Monday, August 3, 2009

To cut, or not to cut.....Prophylactic Mastectomies

Back when I had my mastectomy, I opted not to have the other breast removed as well. I felt that it was healthy, and I just couldn't face any more surgery (read mutilation) than I had to have.

In addition, I figured it didn't make much difference because even if you had a
prophylactic mastectomy, it wasn't a guarantee that it wasn't going to come back.

When I moved to Ohio, my new oncologist asked me about it as he thought it would be a good idea. I responded that it wasn't fool-proof, so what was the point.

Now, I wonder if I should. Of course, I am not BRCA1 or BRCA2 positive, I have yearly mammograms and P.E.T. scans. I think that somehow I felt that leaving the remaining breast was like a "cancer catcher", that is, instead of attacking my brain, lung, bone or liver, it would go after the breast (this is not true, for instance, my recurrence included mets to the bone, but the right breast wasn't affected...just the left, but it was my magical thinking after having been diagnosed the second time).

I guess that reducing a second primary to the opposite breast by as much as 93% would be a good idea, even if the remaining breast tissue on the chest wall or in the nodes was still at risk of developing cancer.

I don't relish another surgery. I suppose, I should think more about this after having my yearly scan and hopefully ruling out any involvement with the pelvis which is still giving me problems.
I'd love to hear anyone's thoughts on this as I'm completely on the fence. Some of my friends have had bi-lateral prophylactic mastectomies...I think at present, I'm just chicken and that's OK.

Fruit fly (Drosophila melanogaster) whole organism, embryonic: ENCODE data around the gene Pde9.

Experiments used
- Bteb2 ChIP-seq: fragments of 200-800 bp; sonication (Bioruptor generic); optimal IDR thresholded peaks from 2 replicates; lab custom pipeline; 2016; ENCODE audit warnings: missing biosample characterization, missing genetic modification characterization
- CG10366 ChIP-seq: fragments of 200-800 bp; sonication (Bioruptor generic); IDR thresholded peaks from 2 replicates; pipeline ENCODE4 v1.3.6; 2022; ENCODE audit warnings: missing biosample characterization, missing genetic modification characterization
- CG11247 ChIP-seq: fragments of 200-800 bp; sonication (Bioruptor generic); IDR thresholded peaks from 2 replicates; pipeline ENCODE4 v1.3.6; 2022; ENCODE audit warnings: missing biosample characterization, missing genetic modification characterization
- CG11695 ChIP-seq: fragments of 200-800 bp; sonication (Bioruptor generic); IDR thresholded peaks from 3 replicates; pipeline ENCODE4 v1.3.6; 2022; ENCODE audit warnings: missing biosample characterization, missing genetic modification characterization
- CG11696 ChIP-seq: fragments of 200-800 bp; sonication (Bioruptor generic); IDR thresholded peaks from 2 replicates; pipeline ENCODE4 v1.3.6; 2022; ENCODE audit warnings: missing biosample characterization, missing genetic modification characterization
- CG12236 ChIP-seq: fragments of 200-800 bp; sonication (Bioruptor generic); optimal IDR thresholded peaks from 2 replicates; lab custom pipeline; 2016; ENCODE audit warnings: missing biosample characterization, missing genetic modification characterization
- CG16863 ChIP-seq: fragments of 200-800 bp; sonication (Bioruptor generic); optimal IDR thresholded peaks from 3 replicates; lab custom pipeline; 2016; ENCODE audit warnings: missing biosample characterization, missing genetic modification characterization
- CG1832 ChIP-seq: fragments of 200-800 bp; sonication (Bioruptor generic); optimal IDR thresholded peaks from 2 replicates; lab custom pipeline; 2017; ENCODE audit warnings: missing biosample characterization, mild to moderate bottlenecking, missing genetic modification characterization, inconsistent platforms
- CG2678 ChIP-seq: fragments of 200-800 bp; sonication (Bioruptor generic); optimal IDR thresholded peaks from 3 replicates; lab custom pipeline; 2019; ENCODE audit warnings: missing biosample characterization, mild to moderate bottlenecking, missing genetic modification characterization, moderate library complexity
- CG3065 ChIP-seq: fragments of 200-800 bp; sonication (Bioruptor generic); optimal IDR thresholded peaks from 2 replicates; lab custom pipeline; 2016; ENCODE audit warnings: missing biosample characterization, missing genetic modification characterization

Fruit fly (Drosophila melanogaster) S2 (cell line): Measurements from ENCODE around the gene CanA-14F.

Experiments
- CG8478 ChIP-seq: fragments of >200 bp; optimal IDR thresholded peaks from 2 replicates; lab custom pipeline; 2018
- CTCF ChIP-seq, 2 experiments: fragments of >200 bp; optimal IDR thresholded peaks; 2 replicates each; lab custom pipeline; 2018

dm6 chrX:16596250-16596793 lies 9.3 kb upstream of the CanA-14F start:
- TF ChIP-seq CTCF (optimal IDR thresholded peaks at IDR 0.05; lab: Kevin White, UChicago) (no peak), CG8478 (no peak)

1. I have also been seriously thinking about having my breast removed. After going through chemo and now having to look forward to radiation. While there is no problem may be the time to act. I don't look forward to another surgery and had I known what I know now I would have had them both removed. we have to be proactive when it comes to our self preservation...Once I complete the cycle I am considering seriously my options.

    Alli xx

  2. Though I can't speak from personal experience, a dear friend of mine (who was diagnosed at 32 with Stage IV breast cancer) did opt to have both breasts removed, though the cancer was diagnosed in only one. For her, the surgery offered peace of mind.

  3. Alli, I think that is the best we can do. It is so hard to make the decisions. I know that we are in better shape than years ago (well, ok, even as recently as the early 1980s) where people would go in to have a biopsy and come out with a mastectomy with no input. Sometimes, though, I feel like the doctors are sitting back and waiting for us to make all the decisions at a time when we are very fragile....

    Vivien, you are so right...peace of mind is important, as I just posted in my most recent blog on this topic. :)

    Hugs to you both!